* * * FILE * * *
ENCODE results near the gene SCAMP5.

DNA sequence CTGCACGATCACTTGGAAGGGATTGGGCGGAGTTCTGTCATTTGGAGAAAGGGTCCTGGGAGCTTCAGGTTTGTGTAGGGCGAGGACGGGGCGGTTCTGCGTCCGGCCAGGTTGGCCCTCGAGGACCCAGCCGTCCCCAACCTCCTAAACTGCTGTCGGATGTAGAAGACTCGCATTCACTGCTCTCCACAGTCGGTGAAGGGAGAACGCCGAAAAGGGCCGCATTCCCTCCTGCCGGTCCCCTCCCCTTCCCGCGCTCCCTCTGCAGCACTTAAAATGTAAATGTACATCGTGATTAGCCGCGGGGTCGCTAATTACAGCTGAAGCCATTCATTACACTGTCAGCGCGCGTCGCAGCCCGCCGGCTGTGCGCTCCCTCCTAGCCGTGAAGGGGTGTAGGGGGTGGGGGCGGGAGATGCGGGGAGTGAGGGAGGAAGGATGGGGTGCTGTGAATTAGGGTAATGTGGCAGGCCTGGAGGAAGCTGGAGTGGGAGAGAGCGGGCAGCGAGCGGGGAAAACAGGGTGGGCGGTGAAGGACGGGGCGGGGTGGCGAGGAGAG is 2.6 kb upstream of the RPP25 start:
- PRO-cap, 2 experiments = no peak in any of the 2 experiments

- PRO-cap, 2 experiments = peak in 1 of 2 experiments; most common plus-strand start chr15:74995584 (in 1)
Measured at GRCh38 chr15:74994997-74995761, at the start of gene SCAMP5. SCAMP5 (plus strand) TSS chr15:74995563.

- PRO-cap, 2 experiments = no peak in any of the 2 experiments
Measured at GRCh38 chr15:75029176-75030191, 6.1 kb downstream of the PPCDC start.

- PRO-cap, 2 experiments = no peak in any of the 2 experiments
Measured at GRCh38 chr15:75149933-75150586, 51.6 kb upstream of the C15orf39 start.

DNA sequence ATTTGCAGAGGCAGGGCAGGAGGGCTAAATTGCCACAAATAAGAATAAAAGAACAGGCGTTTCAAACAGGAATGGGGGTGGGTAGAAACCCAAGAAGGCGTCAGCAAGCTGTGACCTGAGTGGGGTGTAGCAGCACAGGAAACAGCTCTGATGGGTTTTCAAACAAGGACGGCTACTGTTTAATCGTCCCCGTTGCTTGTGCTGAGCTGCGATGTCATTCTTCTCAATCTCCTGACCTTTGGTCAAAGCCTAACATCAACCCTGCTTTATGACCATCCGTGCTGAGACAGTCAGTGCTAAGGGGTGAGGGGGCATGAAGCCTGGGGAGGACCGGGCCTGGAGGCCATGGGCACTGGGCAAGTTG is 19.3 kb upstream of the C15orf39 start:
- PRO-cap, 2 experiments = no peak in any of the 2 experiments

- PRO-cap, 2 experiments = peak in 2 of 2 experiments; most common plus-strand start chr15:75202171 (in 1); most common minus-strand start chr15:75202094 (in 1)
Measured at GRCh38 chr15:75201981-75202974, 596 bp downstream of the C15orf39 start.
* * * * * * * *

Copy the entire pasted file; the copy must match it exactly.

ENCODE results near the gene SCAMP5.

DNA sequence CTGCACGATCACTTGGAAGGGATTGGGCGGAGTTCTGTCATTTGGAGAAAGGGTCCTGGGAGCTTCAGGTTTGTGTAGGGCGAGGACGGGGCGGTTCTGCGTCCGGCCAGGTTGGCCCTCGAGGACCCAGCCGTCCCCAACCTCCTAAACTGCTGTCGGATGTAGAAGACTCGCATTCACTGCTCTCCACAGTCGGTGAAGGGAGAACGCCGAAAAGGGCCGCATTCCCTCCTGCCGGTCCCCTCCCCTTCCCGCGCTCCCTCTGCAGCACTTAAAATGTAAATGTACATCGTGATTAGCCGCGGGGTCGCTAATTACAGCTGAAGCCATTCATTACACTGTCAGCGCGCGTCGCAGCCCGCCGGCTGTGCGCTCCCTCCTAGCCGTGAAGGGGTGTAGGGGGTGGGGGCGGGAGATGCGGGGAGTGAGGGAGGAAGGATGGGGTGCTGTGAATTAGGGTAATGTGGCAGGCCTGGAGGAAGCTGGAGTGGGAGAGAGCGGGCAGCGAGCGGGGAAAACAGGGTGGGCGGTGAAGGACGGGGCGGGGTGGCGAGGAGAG is 2.6 kb upstream of the RPP25 start:
- PRO-cap, 2 experiments = no peak in any of the 2 experiments

- PRO-cap, 2 experiments = peak in 1 of 2 experiments; most common plus-strand start chr15:74995584 (in 1)
Measured at GRCh38 chr15:74994997-74995761, at the start of gene SCAMP5. SCAMP5 (plus strand) TSS chr15:74995563.

- PRO-cap, 2 experiments = no peak in any of the 2 experiments
Measured at GRCh38 chr15:75029176-75030191, 6.1 kb downstream of the PPCDC start.

- PRO-cap, 2 experiments = no peak in any of the 2 experiments
Measured at GRCh38 chr15:75149933-75150586, 51.6 kb upstream of the C15orf39 start.

DNA sequence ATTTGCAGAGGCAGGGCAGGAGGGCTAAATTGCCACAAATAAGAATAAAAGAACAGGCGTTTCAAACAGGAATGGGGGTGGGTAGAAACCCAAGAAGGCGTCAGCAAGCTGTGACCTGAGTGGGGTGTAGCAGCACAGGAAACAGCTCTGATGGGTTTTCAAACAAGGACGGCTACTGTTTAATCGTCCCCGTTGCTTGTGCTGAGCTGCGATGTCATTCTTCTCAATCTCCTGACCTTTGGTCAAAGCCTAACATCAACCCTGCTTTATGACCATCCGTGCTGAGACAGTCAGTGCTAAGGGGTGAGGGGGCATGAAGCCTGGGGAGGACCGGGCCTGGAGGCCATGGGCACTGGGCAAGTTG is 19.3 kb upstream of the C15orf39 start:
- PRO-cap, 2 experiments = no peak in any of the 2 experiments

- PRO-cap, 2 experiments = peak in 2 of 2 experiments; most common plus-strand start chr15:75202171 (in 1); most common minus-strand start chr15:75202094 (in 1)
Measured at GRCh38 chr15:75201981-75202974, 596 bp downstream of the C15orf39 start.